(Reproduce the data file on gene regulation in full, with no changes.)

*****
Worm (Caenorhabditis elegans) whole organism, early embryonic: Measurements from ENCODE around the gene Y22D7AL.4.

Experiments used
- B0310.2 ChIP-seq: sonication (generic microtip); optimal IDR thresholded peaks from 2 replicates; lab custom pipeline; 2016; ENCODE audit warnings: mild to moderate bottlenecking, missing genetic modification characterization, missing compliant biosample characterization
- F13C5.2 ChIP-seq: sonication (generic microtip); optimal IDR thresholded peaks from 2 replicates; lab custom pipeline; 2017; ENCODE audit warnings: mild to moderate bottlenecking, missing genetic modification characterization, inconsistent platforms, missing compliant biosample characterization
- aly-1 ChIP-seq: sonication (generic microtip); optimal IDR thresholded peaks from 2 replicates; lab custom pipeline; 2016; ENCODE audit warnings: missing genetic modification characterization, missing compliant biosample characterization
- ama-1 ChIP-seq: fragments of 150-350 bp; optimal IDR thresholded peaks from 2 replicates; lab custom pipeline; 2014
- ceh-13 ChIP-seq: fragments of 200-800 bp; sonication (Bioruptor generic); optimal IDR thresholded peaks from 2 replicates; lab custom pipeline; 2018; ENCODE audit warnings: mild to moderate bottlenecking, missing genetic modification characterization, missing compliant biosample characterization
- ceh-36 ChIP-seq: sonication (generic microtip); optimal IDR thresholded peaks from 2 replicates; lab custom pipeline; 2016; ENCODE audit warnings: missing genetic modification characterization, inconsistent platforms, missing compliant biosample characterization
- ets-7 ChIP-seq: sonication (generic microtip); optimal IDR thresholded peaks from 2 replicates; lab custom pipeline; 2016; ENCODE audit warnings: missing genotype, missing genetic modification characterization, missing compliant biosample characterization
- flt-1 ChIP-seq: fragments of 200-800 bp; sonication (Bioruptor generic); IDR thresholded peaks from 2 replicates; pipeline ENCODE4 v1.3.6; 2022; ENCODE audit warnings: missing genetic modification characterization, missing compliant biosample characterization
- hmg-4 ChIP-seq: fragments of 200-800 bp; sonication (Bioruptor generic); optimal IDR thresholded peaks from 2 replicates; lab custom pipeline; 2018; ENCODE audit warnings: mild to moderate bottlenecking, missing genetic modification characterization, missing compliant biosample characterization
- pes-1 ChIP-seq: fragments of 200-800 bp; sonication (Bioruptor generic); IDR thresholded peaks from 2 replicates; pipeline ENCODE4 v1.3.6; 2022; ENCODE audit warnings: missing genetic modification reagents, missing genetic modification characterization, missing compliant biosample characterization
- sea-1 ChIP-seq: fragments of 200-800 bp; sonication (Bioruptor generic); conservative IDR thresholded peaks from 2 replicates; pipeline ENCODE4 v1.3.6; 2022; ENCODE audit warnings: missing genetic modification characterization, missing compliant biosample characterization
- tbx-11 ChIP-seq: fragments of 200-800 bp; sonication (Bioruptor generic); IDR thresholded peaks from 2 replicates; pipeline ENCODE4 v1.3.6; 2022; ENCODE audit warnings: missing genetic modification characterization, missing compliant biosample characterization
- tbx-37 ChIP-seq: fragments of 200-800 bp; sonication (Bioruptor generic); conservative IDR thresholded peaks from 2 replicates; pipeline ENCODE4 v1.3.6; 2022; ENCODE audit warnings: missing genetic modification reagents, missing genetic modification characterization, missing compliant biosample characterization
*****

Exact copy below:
Worm (Caenorhabditis elegans) whole organism, early embryonic: Measurements from ENCODE around the gene Y22D7AL.4.

Experiments used
- B0310.2 ChIP-seq: sonication (generic microtip); optimal IDR thresholded peaks from 2 replicates; lab custom pipeline; 2016; ENCODE audit warnings: mild to moderate bottlenecking, missing genetic modification characterization, missing compliant biosample characterization
- F13C5.2 ChIP-seq: sonication (generic microtip); optimal IDR thresholded peaks from 2 replicates; lab custom pipeline; 2017; ENCODE audit warnings: mild to moderate bottlenecking, missing genetic modification characterization, inconsistent platforms, missing compliant biosample characterization
- aly-1 ChIP-seq: sonication (generic microtip); optimal IDR thresholded peaks from 2 replicates; lab custom pipeline; 2016; ENCODE audit warnings: missing genetic modification characterization, missing compliant biosample characterization
- ama-1 ChIP-seq: fragments of 150-350 bp; optimal IDR thresholded peaks from 2 replicates; lab custom pipeline; 2014
- ceh-13 ChIP-seq: fragments of 200-800 bp; sonication (Bioruptor generic); optimal IDR thresholded peaks from 2 replicates; lab custom pipeline; 2018; ENCODE audit warnings: mild to moderate bottlenecking, missing genetic modification characterization, missing compliant biosample characterization
- ceh-36 ChIP-seq: sonication (generic microtip); optimal IDR thresholded peaks from 2 replicates; lab custom pipeline; 2016; ENCODE audit warnings: missing genetic modification characterization, inconsistent platforms, missing compliant biosample characterization
- ets-7 ChIP-seq: sonication (generic microtip); optimal IDR thresholded peaks from 2 replicates; lab custom pipeline; 2016; ENCODE audit warnings: missing genotype, missing genetic modification characterization, missing compliant biosample characterization
- flt-1 ChIP-seq: fragments of 200-800 bp; sonication (Bioruptor generic); IDR thresholded peaks from 2 replicates; pipeline ENCODE4 v1.3.6; 2022; ENCODE audit warnings: missing genetic modification characterization, missing compliant biosample characterization
- hmg-4 ChIP-seq: fragments of 200-800 bp; sonication (Bioruptor generic); optimal IDR thresholded peaks from 2 replicates; lab custom pipeline; 2018; ENCODE audit warnings: mild to moderate bottlenecking, missing genetic modification characterization, missing compliant biosample characterization
- pes-1 ChIP-seq: fragments of 200-800 bp; sonication (Bioruptor generic); IDR thresholded peaks from 2 replicates; pipeline ENCODE4 v1.3.6; 2022; ENCODE audit warnings: missing genetic modification reagents, missing genetic modification characterization, missing compliant biosample characterization
- sea-1 ChIP-seq: fragments of 200-800 bp; sonication (Bioruptor generic); conservative IDR thresholded peaks from 2 replicates; pipeline ENCODE4 v1.3.6; 2022; ENCODE audit warnings: missing genetic modification characterization, missing compliant biosample characterization
- tbx-11 ChIP-seq: fragments of 200-800 bp; sonication (Bioruptor generic); IDR thresholded peaks from 2 replicates; pipeline ENCODE4 v1.3.6; 2022; ENCODE audit warnings: missing genetic modification characterization, missing compliant biosample characterization
- tbx-37 ChIP-seq: fragments of 200-800 bp; sonication (Bioruptor generic); conservative IDR thresholded peaks from 2 replicates; pipeline ENCODE4 v1.3.6; 2022; ENCODE audit warnings: missing genetic modification reagents, missing genetic modification characterization, missing compliant biosample characterization